Securing Your Home Wi-Fi Network

• in categories: advice • by: Michelle Balestrat

Coming second only to essential services like electricity and gas, the wireless network is increasingly becoming the lifeblood of the home.

It powers everything from smart TVs, tablets, laptops, IP security cameras to internet-enabled appliances.

Image: A close-up of a wireless router, showing the antenna laying across the table.

So, it’s no surprise that securing your home Wi-Fi network is essential. Here’s how to boost your security at home.

1. Set a (strong) Wi-Fi password##

On many wireless networks, you may have noticed that connection is only possible by using a password.

In many homes, the Wi-Fi network’s password is either non-existent (i.e an ‘open network’), very weak, or simply the default password that comes installed on the router. Needless to say, all of these options are a potential security nightmare.

Change your home Wi-Fi password by taking a look at the instruction manual that came with your router. Most consumer routers have an easy to use web interface where you can set new passwords easily. (Take a look at our guide to picking great passwords for some ideas!)

Failing to password-protect your home network might not seem like a big deal. However, nosy neighbours or nearby hackers can gain access to your network and quickly start racking up costs and reducing your speed.

If your broadband plan is metered or incurs charges for heavy use, slack security could easily cost you hundreds… or even thousands. Illegal activity originating from your home network can also land you in hot water – ignorance is no excuse!

2. Use encryption##

A password is only the beginning of your security consideration. All information transmitted wirelessly in your home should also be encrypted. Take a look at our guide to encryption to learn about this essential security strategy.

Encryption essentially prevents unwanted eavesdropping on your home network, scrambling the information. Two main forms of encryption exist for Wi-Fi networks: WPA, short for ‘Wi-Fi Protected Access’, and WEP, ‘Wireless Equivalent Privacy’. Of these two technologies, WPA is the newer and stronger type.

As far as security, WPA2 is preferable over both, and offers the best protection for your network.

Refer to your router’s documentation for your specific model, as many routers come with encryption turned ‘off’ by default. Lastly, if your router doesn’t offer WPA2 encryption, it’s time for a new one.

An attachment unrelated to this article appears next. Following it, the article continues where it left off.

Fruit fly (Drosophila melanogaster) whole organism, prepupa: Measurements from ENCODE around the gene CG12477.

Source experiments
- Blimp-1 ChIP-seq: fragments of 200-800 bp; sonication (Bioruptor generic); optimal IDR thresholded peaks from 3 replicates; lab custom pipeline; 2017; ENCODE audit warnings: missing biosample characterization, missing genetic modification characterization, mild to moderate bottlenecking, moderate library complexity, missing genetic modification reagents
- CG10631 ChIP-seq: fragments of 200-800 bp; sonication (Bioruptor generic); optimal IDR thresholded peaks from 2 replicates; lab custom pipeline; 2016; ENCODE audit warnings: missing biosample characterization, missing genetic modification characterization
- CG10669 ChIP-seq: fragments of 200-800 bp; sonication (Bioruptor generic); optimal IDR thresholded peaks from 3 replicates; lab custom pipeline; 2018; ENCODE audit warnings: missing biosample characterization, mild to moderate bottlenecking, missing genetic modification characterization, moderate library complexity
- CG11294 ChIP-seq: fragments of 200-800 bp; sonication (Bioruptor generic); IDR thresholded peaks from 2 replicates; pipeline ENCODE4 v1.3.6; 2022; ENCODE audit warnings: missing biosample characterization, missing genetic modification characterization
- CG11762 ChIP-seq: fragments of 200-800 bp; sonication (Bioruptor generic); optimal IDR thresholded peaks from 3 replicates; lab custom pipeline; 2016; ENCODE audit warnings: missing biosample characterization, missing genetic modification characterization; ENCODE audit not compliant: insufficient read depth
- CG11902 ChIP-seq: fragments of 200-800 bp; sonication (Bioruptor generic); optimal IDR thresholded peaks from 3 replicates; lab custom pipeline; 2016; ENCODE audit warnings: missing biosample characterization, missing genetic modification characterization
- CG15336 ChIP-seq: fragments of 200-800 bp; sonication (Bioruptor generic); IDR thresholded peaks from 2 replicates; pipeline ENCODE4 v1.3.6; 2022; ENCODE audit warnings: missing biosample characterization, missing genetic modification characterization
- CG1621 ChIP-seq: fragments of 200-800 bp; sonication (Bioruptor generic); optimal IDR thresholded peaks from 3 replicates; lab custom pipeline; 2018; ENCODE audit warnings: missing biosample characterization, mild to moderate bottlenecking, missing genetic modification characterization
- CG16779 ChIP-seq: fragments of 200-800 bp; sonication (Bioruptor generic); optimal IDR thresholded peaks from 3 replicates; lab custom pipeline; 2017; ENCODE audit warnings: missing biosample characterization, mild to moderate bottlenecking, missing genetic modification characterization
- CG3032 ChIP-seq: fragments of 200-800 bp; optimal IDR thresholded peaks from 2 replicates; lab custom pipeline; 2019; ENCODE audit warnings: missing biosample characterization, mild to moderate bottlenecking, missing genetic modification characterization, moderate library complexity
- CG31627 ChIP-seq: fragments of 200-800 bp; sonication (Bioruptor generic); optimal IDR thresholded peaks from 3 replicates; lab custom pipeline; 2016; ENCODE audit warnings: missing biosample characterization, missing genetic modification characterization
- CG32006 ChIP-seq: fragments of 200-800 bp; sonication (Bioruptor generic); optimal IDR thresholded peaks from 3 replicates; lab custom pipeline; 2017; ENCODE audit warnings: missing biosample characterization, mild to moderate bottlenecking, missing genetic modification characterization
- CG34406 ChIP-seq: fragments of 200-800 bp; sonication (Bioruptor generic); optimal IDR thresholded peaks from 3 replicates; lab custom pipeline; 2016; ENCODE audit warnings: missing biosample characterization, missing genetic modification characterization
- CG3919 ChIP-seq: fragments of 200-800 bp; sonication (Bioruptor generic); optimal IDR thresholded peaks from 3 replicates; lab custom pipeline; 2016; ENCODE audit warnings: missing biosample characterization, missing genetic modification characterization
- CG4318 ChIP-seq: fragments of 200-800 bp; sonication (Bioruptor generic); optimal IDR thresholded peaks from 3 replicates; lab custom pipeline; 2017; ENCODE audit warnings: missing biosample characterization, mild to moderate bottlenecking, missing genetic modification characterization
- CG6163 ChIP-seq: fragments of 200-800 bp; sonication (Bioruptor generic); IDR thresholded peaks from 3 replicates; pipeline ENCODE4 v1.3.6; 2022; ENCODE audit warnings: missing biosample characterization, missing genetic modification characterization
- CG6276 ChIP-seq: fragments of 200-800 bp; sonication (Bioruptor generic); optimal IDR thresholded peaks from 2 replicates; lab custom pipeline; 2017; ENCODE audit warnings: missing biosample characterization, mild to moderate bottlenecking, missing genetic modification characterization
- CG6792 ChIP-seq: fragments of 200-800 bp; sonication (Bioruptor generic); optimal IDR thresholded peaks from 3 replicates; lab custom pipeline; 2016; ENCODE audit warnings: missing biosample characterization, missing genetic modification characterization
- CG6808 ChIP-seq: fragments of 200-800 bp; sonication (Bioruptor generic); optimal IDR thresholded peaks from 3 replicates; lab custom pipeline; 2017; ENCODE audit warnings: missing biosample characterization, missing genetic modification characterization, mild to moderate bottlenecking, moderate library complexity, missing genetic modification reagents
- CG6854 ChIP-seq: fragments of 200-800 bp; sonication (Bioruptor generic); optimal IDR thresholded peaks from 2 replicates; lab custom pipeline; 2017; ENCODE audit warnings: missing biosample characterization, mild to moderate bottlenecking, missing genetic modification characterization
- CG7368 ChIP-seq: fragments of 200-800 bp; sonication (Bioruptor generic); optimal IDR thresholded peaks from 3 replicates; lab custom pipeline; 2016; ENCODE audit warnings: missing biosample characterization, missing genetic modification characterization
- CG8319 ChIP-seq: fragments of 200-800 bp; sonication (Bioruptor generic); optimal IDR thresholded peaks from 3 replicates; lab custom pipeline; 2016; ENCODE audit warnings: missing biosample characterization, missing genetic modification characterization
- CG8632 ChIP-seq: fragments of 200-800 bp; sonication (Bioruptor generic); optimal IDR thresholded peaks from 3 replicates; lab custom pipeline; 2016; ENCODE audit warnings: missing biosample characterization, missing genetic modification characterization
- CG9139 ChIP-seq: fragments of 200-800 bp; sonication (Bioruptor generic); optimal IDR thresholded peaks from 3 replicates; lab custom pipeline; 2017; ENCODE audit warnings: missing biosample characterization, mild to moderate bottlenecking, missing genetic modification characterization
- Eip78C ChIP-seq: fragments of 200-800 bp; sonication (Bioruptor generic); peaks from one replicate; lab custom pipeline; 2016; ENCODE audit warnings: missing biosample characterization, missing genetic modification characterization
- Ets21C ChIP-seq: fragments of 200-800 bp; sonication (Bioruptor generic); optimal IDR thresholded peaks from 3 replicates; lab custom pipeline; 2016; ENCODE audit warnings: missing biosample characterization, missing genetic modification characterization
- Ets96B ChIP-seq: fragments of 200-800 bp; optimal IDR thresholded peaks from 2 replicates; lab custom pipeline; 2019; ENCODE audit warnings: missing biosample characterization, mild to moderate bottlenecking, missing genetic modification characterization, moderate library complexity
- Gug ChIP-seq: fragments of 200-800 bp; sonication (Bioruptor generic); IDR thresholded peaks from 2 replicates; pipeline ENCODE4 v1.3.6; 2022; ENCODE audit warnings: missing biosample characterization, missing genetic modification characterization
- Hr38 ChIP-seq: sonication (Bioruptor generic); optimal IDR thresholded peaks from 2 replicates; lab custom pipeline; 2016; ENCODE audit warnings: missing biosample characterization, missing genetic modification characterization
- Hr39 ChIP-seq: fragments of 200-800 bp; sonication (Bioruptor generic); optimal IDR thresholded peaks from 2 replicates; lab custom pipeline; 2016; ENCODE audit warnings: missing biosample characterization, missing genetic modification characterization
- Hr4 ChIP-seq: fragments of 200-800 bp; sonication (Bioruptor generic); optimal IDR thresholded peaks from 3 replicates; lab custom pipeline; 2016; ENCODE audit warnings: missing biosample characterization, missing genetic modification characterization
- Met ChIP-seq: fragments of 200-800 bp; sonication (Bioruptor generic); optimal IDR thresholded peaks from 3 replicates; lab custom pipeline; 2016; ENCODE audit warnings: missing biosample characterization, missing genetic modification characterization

3. Change your SSID##

Taking a look at nearby Wi-Fi networks will reveal that many people don’t bother to change their default network name (SSID, short for ‘Service Set Identifier’) from their router’s default.

Common default names can reveal the brand and even model of your router, for example ‘linksys’, ‘NETGEAR’ or ‘belkin54g’. Combined with the default password, this can allow nearby hackers to tailor their attacks to your router’s specific brand and type.

4. Turn off all ‘Remote Management’ features

As a convenience, many new routers offer the ability to remotely access the administration panel, without being directly connected to the router.

This feature is rarely used by home users, but it can be leveraged by hackers. While you’re changing your router settings, switch this one off unless you specifically need to use it. (And after you’re done, switch it off again!)

5. Regularly update your router##

We keep Windows and OS X up to date, but did you know that security patches are also issued for your router?

Needless to say, security holes are the last thing you want in your home Wi-Fi hub, so get familiar with your router’s administration centre (refer to documentation) and learn how to download and install firmware updates. Also be sure to visit your router manufacturer’s website to check if there are any new updates for your model.

If your router is more than a few years old, also look into purchasing a newer model. In addition to better security technology, you’ll also find a significant performance upgrade and better Wi-Fi stability.

Combined with a strong security strategy, including the use of a password manager to store your network passwords, you can ensure that you’re always one step ahead of Wi-Fi fraudsters.

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